The Centenario is a Mexican investment gold coin first minted in 1921 to commemorate the 100th anniversary of Mexico’s independence from Spain.

The coin is not intended to be used as currency; the nominal value of 50 pesos is only there for legal purposes, and does not reflect the real value of its gold content.

The obverse contains the Centenario image of Winged Victory (El Angel de la Independencia: “The Angel of Independence” build it and put on a column on a roundabout in the center of mexico in 1910) with a laurel wreath in her right hand and broken chains in her left.
Two famous Mexican volcanoes, Popocatepetl and Iztaccihuatl, are seen in the background. 1821 is seen at the bottom left is the year of Mexico’s independence.
The date on the right indicates the vintage, the 1921 and 1931 (the last year of the original series) a program being rarer.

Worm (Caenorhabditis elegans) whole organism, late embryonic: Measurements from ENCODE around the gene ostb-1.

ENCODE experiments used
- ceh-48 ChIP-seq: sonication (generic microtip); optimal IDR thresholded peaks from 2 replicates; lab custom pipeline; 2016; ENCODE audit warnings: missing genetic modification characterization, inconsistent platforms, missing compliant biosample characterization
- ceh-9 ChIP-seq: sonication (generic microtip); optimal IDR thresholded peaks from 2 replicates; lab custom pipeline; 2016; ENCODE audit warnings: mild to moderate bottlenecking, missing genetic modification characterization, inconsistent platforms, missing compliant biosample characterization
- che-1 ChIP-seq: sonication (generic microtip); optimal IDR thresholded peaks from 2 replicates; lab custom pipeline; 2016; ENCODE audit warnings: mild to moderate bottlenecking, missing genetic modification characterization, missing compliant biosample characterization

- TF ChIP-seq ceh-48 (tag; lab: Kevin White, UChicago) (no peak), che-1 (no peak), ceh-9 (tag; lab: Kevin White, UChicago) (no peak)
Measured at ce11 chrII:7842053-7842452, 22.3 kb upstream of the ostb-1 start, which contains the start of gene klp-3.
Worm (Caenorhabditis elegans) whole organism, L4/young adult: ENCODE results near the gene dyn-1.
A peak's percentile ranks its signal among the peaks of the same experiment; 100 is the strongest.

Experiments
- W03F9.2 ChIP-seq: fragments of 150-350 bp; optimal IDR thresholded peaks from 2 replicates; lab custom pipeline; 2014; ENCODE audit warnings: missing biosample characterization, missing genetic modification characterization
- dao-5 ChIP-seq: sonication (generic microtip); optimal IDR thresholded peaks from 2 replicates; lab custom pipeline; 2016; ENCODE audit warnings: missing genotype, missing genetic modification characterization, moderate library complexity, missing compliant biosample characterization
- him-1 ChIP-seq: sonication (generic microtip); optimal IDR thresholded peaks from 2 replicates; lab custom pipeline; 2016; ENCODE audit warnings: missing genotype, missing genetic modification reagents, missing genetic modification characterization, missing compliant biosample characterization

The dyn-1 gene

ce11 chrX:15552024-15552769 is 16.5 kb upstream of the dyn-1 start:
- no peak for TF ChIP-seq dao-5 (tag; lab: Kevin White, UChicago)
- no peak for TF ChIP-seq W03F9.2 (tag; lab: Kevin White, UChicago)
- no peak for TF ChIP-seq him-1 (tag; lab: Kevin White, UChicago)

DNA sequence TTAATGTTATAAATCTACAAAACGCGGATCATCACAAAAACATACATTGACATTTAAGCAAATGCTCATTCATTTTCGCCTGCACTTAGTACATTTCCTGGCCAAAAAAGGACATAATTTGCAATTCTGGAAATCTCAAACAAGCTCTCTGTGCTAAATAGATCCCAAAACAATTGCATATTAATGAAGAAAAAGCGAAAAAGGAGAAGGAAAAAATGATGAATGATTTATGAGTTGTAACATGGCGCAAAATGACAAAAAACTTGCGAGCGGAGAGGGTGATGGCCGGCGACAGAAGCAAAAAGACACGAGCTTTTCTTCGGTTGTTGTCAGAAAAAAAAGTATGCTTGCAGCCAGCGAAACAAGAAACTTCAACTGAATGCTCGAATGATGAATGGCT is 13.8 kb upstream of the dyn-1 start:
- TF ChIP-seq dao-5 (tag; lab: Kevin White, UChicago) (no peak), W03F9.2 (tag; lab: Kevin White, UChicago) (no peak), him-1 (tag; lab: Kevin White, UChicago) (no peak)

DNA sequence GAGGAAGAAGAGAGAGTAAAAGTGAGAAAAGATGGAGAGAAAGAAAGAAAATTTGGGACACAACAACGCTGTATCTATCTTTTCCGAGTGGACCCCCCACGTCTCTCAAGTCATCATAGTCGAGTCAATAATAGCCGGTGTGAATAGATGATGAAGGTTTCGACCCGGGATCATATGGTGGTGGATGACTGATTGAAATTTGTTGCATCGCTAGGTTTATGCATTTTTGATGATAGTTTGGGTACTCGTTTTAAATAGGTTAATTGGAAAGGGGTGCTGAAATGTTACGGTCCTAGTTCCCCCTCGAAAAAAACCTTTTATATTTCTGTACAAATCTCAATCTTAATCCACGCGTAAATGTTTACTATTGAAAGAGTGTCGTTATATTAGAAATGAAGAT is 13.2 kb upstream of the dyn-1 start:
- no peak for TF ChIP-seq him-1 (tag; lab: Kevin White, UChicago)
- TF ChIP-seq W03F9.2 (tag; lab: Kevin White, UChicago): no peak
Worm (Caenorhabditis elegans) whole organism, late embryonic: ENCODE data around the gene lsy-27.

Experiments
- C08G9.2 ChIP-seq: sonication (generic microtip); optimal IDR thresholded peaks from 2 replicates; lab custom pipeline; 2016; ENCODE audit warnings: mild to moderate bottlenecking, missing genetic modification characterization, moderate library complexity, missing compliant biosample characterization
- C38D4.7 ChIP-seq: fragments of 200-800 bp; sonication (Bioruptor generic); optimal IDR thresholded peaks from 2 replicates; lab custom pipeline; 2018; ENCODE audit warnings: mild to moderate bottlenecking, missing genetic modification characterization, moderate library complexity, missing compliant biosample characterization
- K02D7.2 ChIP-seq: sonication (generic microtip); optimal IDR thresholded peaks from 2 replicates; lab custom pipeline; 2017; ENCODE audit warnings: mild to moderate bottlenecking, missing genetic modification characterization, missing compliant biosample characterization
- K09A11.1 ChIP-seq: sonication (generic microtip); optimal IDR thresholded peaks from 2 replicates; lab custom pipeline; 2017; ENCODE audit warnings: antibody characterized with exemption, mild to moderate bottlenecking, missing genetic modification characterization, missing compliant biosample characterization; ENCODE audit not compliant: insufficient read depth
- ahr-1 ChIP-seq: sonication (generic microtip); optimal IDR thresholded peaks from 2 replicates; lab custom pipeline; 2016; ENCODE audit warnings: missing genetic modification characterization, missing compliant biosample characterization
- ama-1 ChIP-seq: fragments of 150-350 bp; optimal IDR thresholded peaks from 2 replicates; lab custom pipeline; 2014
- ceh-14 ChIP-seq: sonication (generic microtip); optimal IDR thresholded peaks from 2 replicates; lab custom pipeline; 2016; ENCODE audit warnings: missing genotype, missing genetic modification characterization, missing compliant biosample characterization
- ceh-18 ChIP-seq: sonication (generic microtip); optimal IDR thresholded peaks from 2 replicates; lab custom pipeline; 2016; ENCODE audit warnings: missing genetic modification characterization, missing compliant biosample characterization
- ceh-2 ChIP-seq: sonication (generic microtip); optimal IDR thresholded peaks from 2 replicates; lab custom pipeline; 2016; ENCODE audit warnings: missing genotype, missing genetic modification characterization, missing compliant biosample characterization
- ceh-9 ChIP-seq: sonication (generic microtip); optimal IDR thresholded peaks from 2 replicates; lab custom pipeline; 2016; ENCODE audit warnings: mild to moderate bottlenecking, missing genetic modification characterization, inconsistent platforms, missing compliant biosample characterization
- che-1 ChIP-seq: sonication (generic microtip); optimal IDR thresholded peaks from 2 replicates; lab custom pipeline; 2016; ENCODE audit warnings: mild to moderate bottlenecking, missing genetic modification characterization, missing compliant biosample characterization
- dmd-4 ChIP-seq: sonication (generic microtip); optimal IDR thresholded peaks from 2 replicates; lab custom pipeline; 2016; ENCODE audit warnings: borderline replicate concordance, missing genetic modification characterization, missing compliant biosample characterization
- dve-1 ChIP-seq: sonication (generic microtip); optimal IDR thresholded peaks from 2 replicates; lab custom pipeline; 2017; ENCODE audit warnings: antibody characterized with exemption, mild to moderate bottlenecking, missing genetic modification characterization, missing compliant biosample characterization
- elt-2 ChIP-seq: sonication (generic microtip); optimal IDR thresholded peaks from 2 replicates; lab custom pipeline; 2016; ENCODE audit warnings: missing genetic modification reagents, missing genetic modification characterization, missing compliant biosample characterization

Production was restarted in 1943 because of demand for gold coins and the coins minted between 1949 and 1972 are generally marked “1947”.

This piece was designed by Emilio del Moral.

The reverse shows the coat of arms of Mexico, showing the golden eagle perched on a cactus with a snake (rattlesnake) in its beak.
Centenario contains 37.5 grams (1.20565 oz) of gold in an alloy of 90% gold and 10% copper, and is 37 mm in diameter. In 1943, the draw is a bit special because double markings “37.5 Gr Oro Puro”, leaving aside the “50 pesos” legend, and has the same diameter: 37 mm.
The design of the “original Centenario” was used in the sequel to the series “Libertad” gold and silver bullion coins of Mexico.

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